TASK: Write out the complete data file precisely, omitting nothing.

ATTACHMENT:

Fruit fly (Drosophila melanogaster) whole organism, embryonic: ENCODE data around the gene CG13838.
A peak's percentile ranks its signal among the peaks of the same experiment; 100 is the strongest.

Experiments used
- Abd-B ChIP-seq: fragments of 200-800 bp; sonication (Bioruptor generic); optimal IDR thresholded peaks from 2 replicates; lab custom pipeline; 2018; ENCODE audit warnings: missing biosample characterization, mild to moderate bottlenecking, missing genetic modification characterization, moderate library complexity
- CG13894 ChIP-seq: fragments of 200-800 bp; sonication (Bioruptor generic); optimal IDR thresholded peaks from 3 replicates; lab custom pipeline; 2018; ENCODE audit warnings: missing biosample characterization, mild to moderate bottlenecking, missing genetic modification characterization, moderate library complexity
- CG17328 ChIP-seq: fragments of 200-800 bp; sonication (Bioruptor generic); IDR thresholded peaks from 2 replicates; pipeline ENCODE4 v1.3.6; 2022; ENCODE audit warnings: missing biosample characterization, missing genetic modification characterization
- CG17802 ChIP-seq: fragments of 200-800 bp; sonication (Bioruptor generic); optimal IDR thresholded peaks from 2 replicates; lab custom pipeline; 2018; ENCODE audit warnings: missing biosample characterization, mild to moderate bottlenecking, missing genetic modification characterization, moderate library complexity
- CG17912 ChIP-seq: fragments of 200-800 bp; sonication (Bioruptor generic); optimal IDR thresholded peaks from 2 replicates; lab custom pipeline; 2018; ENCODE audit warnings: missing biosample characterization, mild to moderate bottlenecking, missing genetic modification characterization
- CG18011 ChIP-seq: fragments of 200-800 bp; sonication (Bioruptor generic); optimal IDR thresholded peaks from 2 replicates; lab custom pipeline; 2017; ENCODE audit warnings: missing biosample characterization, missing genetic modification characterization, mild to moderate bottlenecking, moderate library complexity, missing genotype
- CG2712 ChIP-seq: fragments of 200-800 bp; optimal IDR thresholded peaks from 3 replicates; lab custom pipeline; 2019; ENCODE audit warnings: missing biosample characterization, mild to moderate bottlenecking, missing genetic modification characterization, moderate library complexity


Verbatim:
Fruit fly (Drosophila melanogaster) whole organism, embryonic: ENCODE data around the gene CG13838.
A peak's percentile ranks its signal among the peaks of the same experiment; 100 is the strongest.

Experiments used
- Abd-B ChIP-seq: fragments of 200-800 bp; sonication (Bioruptor generic); optimal IDR thresholded peaks from 2 replicates; lab custom pipeline; 2018; ENCODE audit warnings: missing biosample characterization, mild to moderate bottlenecking, missing genetic modification characterization, moderate library complexity
- CG13894 ChIP-seq: fragments of 200-800 bp; sonication (Bioruptor generic); optimal IDR thresholded peaks from 3 replicates; lab custom pipeline; 2018; ENCODE audit warnings: missing biosample characterization, mild to moderate bottlenecking, missing genetic modification characterization, moderate library complexity
- CG17328 ChIP-seq: fragments of 200-800 bp; sonication (Bioruptor generic); IDR thresholded peaks from 2 replicates; pipeline ENCODE4 v1.3.6; 2022; ENCODE audit warnings: missing biosample characterization, missing genetic modification characterization
- CG17802 ChIP-seq: fragments of 200-800 bp; sonication (Bioruptor generic); optimal IDR thresholded peaks from 2 replicates; lab custom pipeline; 2018; ENCODE audit warnings: missing biosample characterization, mild to moderate bottlenecking, missing genetic modification characterization, moderate library complexity
- CG17912 ChIP-seq: fragments of 200-800 bp; sonication (Bioruptor generic); optimal IDR thresholded peaks from 2 replicates; lab custom pipeline; 2018; ENCODE audit warnings: missing biosample characterization, mild to moderate bottlenecking, missing genetic modification characterization
- CG18011 ChIP-seq: fragments of 200-800 bp; sonication (Bioruptor generic); optimal IDR thresholded peaks from 2 replicates; lab custom pipeline; 2017; ENCODE audit warnings: missing biosample characterization, missing genetic modification characterization, mild to moderate bottlenecking, moderate library complexity, missing genotype
- CG2712 ChIP-seq: fragments of 200-800 bp; optimal IDR thresholded peaks from 3 replicates; lab custom pipeline; 2019; ENCODE audit warnings: missing biosample characterization, mild to moderate bottlenecking, missing genetic modification characterization, moderate library complexity